Official newspaper of The University of Texas at Austin

The Daily Texan

Official newspaper of The University of Texas at Austin

The Daily Texan

Official newspaper of The University of Texas at Austin

The Daily Texan

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October 4, 2022

Two albums to listen to: a pair of rock’s polar opposites

Led Zeppelin

Led Zeppelin was a monumental band in the evolution of rock. Built as a supergroup, each member of the quartet excelled individually, but when making music together, they crafted some of the finest hard rock money could buy. However, it wasn’t until the release of their fourth album, an untitled effort commonly known as Led Zeppelin IV, that the group became the superpower they’re remembered as today.

After a lukewarm critical response to the band’s third album Led Zeppelin III, Jimmy Page was fed up with the media. Their expectations of the band led to an instant rejection of III, which sought out a new direction for the group in acoustic accompaniment and storytelling. In what some press agents warned would be career suicide, Page decided Led Zeppelin’s next album would have no title or any words on its cover. The only writing on the entire LP were four symbols, each chosen to represent one band member.

Page’s gamble paid off — IV was a fantastic success, with each of its eight songs displaying the band’s different influences. From the blues-infused guitar riffs on “Black Dog” to lead singer Robert Plant’s bombastic wailing on “Stairway to Heaven” and drummer John Bonham’s booming sound, concluding the project with “When The Levee Breaks,” there’s hardly a moment to relax. IV was the album that proved Led Zeppelin was more than just a band — they were a generation-defining and, some would argue, an unmatched experience for all to enjoy.

Tracks to listen to: “Black Dog,” “Going to California,” “When the Levee Breaks”


During a live show shortly before R.E.M. was set to enter the studio and record their debut album, an audience member famously yelled at the band to turn the music up. In response, lead singer Michael Stipe simply said “Listen harder.”

This story, true or false, might be one of — if not the most — telling recounts of everything R.E.M. represents. They were a reaction to bands like Led Zeppelin — groups that dominated the stage and acted like rock stars. Instead of following suit, R.E.M. threw a wrench into the spokes of arena rock, scavenging for emotional elements and finding experimental veins. Opting for a jangle pop sound, R.E.M. grew quickly as a local phenomenon in their hometown of Athens, Georgia. However, it wasn’t until their debut album Murmur, recorded in 1983, that their sound found its audience.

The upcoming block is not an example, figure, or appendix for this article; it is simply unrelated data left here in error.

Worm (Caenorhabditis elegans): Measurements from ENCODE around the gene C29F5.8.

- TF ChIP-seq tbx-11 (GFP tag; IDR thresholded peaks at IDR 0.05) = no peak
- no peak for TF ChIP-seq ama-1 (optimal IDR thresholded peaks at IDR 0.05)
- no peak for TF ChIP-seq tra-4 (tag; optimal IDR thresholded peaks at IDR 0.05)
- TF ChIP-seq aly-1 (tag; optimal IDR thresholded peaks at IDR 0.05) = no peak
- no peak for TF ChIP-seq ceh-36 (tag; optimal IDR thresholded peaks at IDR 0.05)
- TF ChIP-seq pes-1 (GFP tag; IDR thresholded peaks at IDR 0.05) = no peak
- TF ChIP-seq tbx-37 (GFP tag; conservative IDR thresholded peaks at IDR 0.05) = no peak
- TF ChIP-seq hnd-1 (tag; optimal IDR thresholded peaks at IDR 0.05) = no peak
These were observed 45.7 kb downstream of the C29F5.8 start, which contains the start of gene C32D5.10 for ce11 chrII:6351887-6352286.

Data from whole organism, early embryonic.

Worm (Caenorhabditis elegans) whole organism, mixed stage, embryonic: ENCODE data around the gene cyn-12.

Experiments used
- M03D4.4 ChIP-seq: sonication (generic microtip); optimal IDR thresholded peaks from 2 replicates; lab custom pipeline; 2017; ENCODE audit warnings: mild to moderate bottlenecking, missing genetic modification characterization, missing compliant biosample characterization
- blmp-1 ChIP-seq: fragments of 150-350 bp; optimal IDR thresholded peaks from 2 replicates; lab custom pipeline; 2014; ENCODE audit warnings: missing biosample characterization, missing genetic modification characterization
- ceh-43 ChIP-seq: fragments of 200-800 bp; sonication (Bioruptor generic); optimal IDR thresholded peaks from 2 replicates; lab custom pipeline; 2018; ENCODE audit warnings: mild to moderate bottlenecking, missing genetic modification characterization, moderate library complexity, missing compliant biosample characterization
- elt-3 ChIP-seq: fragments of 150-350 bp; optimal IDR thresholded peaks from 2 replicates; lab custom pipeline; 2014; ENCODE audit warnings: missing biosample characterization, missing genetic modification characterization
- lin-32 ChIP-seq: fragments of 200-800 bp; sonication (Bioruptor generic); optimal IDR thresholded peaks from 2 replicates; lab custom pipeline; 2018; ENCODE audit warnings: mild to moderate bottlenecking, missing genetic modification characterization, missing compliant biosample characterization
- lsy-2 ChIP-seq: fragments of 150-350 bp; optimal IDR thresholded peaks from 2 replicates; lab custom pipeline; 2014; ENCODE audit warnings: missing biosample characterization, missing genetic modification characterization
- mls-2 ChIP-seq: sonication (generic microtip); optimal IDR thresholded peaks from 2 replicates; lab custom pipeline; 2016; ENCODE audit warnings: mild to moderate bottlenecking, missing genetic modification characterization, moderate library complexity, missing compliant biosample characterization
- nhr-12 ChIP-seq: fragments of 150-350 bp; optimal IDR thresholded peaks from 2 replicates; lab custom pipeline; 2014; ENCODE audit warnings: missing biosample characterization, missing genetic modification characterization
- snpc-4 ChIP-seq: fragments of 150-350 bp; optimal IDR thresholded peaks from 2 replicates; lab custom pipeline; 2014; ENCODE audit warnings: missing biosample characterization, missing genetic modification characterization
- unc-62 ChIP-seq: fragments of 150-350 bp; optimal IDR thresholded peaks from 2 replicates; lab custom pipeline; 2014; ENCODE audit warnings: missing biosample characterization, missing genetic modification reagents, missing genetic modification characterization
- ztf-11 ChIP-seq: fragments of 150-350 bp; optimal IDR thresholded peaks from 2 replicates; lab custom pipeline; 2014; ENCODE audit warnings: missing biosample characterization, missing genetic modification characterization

Murmur is the perfect combination of inexperience, passion and poetry. Most indie bands in today’s scene could only imagine being able to craft verses as empowering and challenging as Michael Stipe’s. And it doesn’t matter what Stipe may have been writing about — whether it was a former love, a childhood friend or something as obscure as his lawnmower — the listener would be captivated with his musings. 

Building off of this, the rest of the group found their niche in subtleties. Mike Mills proved to be the perfect collaborator, finding a role on a variety of instruments from the bass to piano and backup vocals. Meanwhile, Peter Buck and Bill Berry capitalized on the overall direction of the band, incorporating jangly guitars and basic drum techniques to keep each song mellow, yet somehow still more than intriguing.

Murmur showed that, as a whole, R.E.M. could craft a fantastic pop song, to the extent that the amount of details can be staggering with just one listen. Not only does the project stand as a fantastic experience, but it represents a turning point for music — when the power transitioned from rock stars to the hands of unexpected and relatable people. It’s a vibe no band has matched since, and one that brought R.E.M into the spotlight of ’80s and ’90s culture.

Tracks to listen to: “Radio Free Europe,” “Laughing,” “Talk About the Passion”

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Two albums to listen to: a pair of rock’s polar opposites